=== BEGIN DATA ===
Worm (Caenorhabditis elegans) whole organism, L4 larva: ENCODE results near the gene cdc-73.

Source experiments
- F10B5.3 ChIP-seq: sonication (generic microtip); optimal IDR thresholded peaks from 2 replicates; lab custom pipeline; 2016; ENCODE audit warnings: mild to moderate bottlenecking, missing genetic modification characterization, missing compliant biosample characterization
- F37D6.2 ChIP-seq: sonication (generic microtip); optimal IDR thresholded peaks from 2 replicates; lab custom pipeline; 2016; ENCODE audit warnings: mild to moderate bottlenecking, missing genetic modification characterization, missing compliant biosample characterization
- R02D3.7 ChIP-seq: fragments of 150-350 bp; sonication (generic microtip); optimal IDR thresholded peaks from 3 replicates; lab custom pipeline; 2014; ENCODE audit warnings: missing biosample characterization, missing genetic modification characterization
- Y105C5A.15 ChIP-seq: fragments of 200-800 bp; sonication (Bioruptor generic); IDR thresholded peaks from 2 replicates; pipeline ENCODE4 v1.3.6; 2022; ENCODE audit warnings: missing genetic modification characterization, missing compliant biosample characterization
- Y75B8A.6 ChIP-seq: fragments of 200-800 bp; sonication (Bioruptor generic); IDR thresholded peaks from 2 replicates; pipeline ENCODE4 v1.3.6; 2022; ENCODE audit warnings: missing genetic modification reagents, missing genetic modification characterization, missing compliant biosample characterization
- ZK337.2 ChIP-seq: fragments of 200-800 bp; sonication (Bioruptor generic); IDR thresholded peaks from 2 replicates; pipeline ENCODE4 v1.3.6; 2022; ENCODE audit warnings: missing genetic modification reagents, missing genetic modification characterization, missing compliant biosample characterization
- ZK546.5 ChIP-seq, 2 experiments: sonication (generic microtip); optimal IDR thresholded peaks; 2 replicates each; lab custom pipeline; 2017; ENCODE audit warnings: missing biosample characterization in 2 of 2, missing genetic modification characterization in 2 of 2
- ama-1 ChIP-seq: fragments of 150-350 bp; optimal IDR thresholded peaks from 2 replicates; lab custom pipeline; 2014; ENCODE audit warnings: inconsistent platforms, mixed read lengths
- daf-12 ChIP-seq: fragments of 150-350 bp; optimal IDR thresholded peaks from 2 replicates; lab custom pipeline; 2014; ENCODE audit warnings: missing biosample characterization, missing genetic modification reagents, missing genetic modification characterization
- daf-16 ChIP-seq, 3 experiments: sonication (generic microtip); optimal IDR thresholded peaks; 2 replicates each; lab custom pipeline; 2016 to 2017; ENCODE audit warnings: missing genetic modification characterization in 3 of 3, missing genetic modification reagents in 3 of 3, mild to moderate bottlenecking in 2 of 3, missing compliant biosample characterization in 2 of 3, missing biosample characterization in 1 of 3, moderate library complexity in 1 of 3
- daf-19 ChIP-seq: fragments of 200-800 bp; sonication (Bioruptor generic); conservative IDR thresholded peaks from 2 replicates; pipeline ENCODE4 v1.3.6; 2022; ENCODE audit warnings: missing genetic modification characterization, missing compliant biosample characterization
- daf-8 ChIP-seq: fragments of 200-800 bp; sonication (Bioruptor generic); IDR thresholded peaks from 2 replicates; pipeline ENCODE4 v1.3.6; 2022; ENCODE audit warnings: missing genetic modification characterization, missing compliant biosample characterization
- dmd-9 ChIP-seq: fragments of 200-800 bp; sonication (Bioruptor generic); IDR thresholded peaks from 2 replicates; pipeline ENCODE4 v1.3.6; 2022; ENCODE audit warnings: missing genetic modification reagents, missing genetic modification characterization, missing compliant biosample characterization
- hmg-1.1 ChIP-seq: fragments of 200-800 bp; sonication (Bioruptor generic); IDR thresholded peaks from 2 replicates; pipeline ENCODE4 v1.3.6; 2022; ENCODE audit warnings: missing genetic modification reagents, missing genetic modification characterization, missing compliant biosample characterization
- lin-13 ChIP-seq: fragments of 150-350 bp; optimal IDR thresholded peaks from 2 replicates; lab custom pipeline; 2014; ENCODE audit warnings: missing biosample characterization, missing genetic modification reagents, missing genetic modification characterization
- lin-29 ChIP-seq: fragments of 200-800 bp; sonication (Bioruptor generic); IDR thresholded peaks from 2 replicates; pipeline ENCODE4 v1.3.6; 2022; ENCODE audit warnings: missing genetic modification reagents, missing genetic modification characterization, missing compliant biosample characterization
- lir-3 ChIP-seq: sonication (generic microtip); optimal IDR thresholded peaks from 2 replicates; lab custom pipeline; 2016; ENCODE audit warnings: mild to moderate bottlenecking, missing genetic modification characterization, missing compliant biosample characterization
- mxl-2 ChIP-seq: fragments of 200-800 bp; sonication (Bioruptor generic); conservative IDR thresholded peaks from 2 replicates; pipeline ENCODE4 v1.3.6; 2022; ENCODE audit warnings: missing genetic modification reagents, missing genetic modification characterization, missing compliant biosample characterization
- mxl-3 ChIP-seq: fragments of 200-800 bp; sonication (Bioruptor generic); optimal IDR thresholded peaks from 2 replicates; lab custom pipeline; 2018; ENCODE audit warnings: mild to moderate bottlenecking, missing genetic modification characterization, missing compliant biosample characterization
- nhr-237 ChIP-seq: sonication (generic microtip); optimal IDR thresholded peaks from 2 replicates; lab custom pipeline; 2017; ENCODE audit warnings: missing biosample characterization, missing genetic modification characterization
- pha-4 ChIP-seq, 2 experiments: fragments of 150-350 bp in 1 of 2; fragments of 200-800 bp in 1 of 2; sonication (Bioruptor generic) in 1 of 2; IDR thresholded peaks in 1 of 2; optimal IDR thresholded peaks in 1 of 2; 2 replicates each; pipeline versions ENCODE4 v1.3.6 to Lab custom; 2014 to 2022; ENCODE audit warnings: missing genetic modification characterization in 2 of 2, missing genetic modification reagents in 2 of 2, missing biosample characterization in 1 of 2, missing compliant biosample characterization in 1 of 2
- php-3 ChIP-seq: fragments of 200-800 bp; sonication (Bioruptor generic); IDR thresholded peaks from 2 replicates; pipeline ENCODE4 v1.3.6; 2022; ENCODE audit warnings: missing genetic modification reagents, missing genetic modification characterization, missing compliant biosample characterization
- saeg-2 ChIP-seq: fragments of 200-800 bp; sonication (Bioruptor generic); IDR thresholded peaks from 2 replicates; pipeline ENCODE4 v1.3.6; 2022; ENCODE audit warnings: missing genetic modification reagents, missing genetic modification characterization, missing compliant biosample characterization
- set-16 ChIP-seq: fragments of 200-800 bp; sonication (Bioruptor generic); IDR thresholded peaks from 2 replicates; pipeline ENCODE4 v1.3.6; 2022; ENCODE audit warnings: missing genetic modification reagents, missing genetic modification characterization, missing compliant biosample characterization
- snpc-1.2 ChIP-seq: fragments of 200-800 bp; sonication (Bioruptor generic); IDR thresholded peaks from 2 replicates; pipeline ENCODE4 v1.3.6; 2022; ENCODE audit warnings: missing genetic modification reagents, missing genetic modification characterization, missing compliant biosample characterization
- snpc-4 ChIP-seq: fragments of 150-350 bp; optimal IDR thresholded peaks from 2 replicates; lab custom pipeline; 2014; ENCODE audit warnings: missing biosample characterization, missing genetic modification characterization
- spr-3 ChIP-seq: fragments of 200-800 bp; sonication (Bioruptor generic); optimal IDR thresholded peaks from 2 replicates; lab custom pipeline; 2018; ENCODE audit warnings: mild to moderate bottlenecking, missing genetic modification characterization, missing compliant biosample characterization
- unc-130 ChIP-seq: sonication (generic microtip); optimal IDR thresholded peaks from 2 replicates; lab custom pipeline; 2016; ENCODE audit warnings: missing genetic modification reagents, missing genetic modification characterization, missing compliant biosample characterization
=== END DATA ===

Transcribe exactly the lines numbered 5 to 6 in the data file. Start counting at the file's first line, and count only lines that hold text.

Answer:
- R02D3.7 ChIP-seq: fragments of 150-350 bp; sonication (generic microtip); optimal IDR thresholded peaks from 3 replicates; lab custom pipeline; 2014; ENCODE audit warnings: missing biosample characterization, missing genetic modification characterization
- Y105C5A.15 ChIP-seq: fragments of 200-800 bp; sonication (Bioruptor generic); IDR thresholded peaks from 2 replicates; pipeline ENCODE4 v1.3.6; 2022; ENCODE audit warnings: missing genetic modification characterization, missing compliant biosample characterization